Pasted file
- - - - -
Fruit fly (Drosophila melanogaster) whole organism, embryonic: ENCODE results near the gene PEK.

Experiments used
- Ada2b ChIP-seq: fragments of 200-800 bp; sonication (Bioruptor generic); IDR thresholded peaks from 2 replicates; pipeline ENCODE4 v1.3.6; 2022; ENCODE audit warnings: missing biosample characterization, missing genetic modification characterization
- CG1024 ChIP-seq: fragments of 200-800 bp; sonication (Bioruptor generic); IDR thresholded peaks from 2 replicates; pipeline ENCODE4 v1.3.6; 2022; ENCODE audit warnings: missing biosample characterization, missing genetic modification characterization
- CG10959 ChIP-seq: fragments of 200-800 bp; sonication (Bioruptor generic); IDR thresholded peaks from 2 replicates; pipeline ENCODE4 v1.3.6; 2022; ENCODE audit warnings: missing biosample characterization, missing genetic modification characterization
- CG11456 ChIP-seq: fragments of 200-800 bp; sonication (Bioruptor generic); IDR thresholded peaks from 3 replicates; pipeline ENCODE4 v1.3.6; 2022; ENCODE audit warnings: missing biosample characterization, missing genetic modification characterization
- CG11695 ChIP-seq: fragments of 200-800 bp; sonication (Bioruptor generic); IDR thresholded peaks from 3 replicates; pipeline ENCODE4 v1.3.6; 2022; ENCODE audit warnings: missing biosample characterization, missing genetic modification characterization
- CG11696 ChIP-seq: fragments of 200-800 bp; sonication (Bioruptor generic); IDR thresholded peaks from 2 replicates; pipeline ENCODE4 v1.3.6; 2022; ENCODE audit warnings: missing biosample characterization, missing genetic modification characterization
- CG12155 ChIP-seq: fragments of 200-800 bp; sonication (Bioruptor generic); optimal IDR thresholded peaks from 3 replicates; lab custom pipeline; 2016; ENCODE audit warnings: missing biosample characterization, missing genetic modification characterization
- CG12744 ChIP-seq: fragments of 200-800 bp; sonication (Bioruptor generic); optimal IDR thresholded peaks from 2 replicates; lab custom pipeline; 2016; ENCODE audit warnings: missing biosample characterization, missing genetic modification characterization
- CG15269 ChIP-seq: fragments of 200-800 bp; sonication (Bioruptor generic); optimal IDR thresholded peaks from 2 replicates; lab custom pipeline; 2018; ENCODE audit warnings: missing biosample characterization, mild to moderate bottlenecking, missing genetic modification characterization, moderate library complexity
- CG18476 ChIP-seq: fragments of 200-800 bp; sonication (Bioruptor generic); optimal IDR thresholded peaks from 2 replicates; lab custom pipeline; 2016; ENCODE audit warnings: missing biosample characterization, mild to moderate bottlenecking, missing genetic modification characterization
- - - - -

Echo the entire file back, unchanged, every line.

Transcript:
Fruit fly (Drosophila melanogaster) whole organism, embryonic: ENCODE results near the gene PEK.

Experiments used
- Ada2b ChIP-seq: fragments of 200-800 bp; sonication (Bioruptor generic); IDR thresholded peaks from 2 replicates; pipeline ENCODE4 v1.3.6; 2022; ENCODE audit warnings: missing biosample characterization, missing genetic modification characterization
- CG1024 ChIP-seq: fragments of 200-800 bp; sonication (Bioruptor generic); IDR thresholded peaks from 2 replicates; pipeline ENCODE4 v1.3.6; 2022; ENCODE audit warnings: missing biosample characterization, missing genetic modification characterization
- CG10959 ChIP-seq: fragments of 200-800 bp; sonication (Bioruptor generic); IDR thresholded peaks from 2 replicates; pipeline ENCODE4 v1.3.6; 2022; ENCODE audit warnings: missing biosample characterization, missing genetic modification characterization
- CG11456 ChIP-seq: fragments of 200-800 bp; sonication (Bioruptor generic); IDR thresholded peaks from 3 replicates; pipeline ENCODE4 v1.3.6; 2022; ENCODE audit warnings: missing biosample characterization, missing genetic modification characterization
- CG11695 ChIP-seq: fragments of 200-800 bp; sonication (Bioruptor generic); IDR thresholded peaks from 3 replicates; pipeline ENCODE4 v1.3.6; 2022; ENCODE audit warnings: missing biosample characterization, missing genetic modification characterization
- CG11696 ChIP-seq: fragments of 200-800 bp; sonication (Bioruptor generic); IDR thresholded peaks from 2 replicates; pipeline ENCODE4 v1.3.6; 2022; ENCODE audit warnings: missing biosample characterization, missing genetic modification characterization
- CG12155 ChIP-seq: fragments of 200-800 bp; sonication (Bioruptor generic); optimal IDR thresholded peaks from 3 replicates; lab custom pipeline; 2016; ENCODE audit warnings: missing biosample characterization, missing genetic modification characterization
- CG12744 ChIP-seq: fragments of 200-800 bp; sonication (Bioruptor generic); optimal IDR thresholded peaks from 2 replicates; lab custom pipeline; 2016; ENCODE audit warnings: missing biosample characterization, missing genetic modification characterization
- CG15269 ChIP-seq: fragments of 200-800 bp; sonication (Bioruptor generic); optimal IDR thresholded peaks from 2 replicates; lab custom pipeline; 2018; ENCODE audit warnings: missing biosample characterization, mild to moderate bottlenecking, missing genetic modification characterization, moderate library complexity
- CG18476 ChIP-seq: fragments of 200-800 bp; sonication (Bioruptor generic); optimal IDR thresholded peaks from 2 replicates; lab custom pipeline; 2016; ENCODE audit warnings: missing biosample characterization, mild to moderate bottlenecking, missing genetic modification characterization